Initially, the government planned to introduce a $500,000 lifetime cap on after-tax (non-concessional) super contributions, which it will no longer be implementing.
Instead, an annual after-tax contributions cap of $100,000 will be put in place, replacing the current cap of $180,000. Those under age 65 will still have the ability to bring forward three years’ worth of after-tax super contributions, with a maximum of $300,000 under the bring-forward rules.
The before-tax super contributions cap will be lowered
The before-tax (concessional) contributions cap will decrease from $30,000 (or $35,000 if you're turning 50 years of age or older this financial year) to $25,000 per year for everyone, irrespective of age.
A pension transfer cap of $1.6m will be introduced
If you’re converting your super into a pension to derive an income in retirement you’ll be restricted to a limit of $1.6 million in your tax-free pension account, not including subsequent earnings.
If you already have a balance above that, the excess will need to be placed back into the super accumulation phase, where earnings will be taxed at the concessional rate of 15%, or taken out of super completely.
Transition to retirement pensions will lose their tax exemption
Investment earnings on super fund assets that support a pension are currently tax free. However, this will no longer apply to transition to retirement (TTR) income streams.
Earnings on fund assets supporting a TTR income stream will be subject to the same maximum 15% tax rate that applies to accumulation funds.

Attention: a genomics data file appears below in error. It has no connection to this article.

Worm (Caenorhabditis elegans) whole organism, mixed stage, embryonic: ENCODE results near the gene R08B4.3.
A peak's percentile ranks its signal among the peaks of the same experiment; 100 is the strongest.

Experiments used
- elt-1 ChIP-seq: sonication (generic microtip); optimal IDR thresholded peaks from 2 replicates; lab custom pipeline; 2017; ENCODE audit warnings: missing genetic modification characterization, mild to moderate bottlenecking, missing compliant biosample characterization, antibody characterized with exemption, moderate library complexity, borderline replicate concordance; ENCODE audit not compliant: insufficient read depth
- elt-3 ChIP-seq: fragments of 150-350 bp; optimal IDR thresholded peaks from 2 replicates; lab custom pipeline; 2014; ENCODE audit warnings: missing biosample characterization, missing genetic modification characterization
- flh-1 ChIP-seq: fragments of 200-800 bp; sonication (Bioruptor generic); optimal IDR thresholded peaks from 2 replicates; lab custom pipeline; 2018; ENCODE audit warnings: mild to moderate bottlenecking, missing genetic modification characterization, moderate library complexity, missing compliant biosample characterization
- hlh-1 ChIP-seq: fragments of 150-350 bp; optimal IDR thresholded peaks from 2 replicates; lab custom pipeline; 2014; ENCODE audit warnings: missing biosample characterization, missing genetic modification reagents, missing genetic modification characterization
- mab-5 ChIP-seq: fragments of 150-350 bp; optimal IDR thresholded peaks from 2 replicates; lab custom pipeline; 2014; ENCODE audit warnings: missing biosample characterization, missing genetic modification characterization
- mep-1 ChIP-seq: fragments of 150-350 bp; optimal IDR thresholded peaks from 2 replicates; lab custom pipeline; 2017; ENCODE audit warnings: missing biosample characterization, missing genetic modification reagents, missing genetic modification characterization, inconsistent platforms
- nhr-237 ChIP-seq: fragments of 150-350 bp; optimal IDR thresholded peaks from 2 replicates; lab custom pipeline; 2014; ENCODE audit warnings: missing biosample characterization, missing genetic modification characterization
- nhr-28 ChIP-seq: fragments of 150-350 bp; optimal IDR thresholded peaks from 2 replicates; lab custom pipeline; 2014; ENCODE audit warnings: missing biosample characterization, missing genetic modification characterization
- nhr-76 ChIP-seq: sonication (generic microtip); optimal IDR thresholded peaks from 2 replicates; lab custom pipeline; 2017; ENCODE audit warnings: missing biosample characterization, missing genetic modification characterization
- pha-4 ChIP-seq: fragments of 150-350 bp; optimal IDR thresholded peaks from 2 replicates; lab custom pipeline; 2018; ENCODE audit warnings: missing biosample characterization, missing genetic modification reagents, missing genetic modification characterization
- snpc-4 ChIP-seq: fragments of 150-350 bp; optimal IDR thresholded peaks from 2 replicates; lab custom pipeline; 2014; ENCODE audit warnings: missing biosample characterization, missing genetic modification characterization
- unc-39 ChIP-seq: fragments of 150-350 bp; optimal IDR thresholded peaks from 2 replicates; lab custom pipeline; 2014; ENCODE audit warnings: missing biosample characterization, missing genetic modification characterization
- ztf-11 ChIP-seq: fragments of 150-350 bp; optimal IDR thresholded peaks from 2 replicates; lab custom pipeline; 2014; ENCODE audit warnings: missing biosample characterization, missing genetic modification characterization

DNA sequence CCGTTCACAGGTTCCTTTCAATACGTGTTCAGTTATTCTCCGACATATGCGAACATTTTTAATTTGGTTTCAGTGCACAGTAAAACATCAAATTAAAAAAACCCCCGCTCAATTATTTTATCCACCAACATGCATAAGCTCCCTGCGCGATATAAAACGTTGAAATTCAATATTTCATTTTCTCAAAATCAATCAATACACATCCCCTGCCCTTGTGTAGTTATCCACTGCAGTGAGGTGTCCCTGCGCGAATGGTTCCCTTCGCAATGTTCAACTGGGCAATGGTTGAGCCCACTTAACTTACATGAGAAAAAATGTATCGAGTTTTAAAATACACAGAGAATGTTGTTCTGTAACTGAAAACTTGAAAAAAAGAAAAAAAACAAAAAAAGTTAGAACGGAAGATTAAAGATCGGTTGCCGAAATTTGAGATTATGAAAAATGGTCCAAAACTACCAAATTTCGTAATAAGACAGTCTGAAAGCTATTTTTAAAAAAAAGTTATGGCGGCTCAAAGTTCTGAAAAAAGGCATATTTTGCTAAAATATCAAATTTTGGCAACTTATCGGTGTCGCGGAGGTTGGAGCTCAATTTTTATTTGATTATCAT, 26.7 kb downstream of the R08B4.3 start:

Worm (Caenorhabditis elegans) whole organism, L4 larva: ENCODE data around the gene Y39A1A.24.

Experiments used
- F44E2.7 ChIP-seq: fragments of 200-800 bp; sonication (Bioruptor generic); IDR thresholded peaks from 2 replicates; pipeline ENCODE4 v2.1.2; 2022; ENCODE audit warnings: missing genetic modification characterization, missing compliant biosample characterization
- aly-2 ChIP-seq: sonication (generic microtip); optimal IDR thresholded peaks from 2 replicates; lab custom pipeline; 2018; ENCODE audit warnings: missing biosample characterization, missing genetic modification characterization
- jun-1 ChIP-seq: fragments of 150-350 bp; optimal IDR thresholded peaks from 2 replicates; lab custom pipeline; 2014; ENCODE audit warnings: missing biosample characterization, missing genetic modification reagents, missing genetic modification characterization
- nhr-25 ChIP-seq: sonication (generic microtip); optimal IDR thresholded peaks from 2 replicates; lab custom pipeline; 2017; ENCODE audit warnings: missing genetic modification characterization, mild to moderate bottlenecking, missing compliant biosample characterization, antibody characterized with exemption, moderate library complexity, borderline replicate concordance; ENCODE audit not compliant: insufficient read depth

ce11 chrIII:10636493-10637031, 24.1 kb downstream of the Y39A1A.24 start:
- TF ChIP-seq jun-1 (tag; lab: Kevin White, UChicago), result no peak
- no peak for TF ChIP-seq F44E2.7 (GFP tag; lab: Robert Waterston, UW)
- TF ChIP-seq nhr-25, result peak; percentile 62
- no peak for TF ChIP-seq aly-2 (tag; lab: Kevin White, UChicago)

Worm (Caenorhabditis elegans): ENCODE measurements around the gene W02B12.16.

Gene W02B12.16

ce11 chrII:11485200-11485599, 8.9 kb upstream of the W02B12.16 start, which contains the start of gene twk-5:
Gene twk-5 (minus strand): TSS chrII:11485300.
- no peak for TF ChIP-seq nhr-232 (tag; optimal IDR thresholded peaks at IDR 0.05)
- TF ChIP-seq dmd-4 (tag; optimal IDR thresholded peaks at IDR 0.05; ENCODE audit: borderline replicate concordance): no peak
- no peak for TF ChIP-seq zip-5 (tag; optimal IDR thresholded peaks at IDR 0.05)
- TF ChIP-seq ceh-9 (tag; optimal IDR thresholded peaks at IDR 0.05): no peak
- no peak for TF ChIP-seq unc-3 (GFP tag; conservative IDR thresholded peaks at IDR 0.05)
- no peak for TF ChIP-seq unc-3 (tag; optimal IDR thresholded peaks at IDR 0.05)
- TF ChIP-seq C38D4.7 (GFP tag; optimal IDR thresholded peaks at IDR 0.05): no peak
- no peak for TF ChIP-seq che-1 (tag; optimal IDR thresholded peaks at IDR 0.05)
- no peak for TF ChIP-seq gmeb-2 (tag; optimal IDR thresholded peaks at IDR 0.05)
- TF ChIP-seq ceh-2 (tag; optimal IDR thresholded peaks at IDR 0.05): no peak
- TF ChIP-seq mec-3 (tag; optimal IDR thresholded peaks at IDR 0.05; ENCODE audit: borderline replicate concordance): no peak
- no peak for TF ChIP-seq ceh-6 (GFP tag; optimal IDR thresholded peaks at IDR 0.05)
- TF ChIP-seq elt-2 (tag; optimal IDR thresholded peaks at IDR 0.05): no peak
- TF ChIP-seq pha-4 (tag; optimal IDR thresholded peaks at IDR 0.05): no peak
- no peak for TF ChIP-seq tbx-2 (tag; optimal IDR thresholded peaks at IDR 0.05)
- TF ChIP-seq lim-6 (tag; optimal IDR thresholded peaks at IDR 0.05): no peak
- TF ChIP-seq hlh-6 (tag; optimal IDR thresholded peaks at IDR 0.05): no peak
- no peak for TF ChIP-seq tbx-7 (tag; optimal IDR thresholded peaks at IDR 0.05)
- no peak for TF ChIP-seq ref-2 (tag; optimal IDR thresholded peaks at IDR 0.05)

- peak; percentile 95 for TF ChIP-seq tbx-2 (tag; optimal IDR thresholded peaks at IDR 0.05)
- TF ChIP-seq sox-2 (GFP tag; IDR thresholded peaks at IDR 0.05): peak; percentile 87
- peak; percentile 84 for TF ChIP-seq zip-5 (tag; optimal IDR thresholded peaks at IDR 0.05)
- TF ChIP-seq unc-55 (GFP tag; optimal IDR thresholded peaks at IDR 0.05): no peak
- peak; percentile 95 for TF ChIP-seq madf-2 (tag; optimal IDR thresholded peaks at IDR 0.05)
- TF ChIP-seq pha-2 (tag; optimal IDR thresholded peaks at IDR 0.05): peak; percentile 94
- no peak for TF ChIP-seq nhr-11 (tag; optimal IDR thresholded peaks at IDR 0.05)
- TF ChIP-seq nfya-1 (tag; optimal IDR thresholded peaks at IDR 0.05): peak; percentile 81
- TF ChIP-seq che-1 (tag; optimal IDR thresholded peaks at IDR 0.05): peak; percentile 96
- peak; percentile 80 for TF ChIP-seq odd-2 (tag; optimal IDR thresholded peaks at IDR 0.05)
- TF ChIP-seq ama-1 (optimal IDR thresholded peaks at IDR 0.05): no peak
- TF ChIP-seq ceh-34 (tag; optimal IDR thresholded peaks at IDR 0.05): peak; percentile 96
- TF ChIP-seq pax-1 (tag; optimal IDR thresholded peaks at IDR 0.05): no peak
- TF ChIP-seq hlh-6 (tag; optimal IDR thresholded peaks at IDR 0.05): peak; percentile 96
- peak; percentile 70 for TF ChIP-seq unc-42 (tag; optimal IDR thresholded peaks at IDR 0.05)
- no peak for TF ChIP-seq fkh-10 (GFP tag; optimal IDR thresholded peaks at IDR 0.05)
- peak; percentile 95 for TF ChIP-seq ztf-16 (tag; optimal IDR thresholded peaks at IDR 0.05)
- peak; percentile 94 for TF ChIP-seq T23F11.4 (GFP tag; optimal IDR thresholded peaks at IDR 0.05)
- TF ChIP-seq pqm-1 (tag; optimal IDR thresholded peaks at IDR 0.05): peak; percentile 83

Super opportunities this financial year
- You can contribute $80,000 more in after-tax super contributions than what will be possible from 1 July 2017, as the after-tax contributions cap will be reduced from $180,000 to $100,000 per year.
- If you’re under age 65, you can also bring forward three years’ worth of after-tax super contributions up to a maximum of $540,000. This is significantly higher than the $300,000 limit that will apply from 1 July 2017.
- The before-tax contributions limit will remain at $30,000 (or $35,000 if you’re turning 50 years of age or older this financial year) until 1 July 2017. This means you can contribute $5,000 or $10,000 more in before-tax contributions respectively before the limit is reduced to $25,000 per year for everyone.
Who to contact
To find out how reforms to the superannuation system could affect you, speak to your financial adviser. If you need help finding one, call us on 131 267 or use our find an adviser tool.
Meanwhile, to recap on some of the other changes coming in and when they’ll take effect, check out our May Federal Budget 2016-17 roundup and our subsequent article published in September, regarding changes to the government’s initial plans.
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